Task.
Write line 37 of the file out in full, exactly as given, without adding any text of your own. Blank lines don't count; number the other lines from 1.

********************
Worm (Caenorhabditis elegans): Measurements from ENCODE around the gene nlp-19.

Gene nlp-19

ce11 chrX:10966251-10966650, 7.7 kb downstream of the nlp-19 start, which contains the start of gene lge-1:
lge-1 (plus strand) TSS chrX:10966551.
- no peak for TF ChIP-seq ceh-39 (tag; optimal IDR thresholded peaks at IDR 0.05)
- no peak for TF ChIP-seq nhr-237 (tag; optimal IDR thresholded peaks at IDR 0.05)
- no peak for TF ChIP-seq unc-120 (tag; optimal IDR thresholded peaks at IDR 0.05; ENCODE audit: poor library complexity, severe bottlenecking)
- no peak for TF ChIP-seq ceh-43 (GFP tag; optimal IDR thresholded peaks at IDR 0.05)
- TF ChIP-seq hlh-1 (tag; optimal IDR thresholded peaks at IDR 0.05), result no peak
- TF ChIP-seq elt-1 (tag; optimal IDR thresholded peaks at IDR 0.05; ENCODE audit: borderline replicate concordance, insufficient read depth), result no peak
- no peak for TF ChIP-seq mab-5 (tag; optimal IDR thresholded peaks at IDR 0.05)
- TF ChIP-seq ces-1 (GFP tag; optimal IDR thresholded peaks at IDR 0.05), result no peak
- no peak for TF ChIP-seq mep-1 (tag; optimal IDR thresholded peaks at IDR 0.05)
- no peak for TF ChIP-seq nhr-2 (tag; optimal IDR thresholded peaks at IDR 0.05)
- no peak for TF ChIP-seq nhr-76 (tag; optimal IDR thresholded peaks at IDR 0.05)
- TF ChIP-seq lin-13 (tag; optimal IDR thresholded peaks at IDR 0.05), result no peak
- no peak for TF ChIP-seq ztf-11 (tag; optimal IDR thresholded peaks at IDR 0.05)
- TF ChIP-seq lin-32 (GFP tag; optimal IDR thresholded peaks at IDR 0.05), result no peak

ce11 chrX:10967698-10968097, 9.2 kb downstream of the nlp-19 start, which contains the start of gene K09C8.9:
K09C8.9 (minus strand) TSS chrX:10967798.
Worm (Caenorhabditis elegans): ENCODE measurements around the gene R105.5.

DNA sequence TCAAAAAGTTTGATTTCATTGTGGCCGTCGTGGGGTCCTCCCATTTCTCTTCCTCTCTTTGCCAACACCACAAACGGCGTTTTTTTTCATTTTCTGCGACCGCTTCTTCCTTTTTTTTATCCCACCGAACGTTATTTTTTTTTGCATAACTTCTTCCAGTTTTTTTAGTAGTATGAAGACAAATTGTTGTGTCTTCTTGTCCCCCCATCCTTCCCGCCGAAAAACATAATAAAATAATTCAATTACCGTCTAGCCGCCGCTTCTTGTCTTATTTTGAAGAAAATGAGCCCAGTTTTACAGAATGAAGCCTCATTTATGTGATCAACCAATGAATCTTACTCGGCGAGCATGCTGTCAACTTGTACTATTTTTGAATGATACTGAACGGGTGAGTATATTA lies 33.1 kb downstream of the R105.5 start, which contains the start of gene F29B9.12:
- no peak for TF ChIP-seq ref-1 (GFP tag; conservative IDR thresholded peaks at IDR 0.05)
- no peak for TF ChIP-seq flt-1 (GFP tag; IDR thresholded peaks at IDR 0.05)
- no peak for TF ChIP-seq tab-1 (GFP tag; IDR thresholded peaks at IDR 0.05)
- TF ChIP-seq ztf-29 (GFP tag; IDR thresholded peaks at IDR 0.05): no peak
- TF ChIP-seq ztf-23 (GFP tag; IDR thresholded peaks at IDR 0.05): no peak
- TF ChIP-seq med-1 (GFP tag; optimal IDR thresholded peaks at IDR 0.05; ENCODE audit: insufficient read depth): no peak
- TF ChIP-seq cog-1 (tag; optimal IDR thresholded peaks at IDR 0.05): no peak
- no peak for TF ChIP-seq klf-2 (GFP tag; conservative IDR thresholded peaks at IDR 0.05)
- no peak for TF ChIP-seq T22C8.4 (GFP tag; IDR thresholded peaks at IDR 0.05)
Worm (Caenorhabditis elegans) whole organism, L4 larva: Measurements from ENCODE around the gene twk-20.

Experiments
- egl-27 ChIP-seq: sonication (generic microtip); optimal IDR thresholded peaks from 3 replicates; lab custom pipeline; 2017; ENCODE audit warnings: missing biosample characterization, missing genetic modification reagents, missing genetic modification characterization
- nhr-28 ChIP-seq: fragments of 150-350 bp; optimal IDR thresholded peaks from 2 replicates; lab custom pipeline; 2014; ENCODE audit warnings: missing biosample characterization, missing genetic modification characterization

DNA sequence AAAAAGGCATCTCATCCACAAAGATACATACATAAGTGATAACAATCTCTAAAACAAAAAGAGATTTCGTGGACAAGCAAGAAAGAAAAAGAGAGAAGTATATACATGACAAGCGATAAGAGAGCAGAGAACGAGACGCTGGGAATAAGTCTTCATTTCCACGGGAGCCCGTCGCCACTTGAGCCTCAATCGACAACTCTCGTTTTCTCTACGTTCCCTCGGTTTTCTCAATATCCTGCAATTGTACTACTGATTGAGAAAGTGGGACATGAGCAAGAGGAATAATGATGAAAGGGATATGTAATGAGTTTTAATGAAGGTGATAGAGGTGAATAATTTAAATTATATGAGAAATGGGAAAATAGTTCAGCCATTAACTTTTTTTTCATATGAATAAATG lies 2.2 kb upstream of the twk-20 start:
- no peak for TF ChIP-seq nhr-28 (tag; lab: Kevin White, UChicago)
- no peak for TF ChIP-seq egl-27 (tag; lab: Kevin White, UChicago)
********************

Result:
- no peak for TF ChIP-seq nhr-28 (tag; lab: Kevin White, UChicago)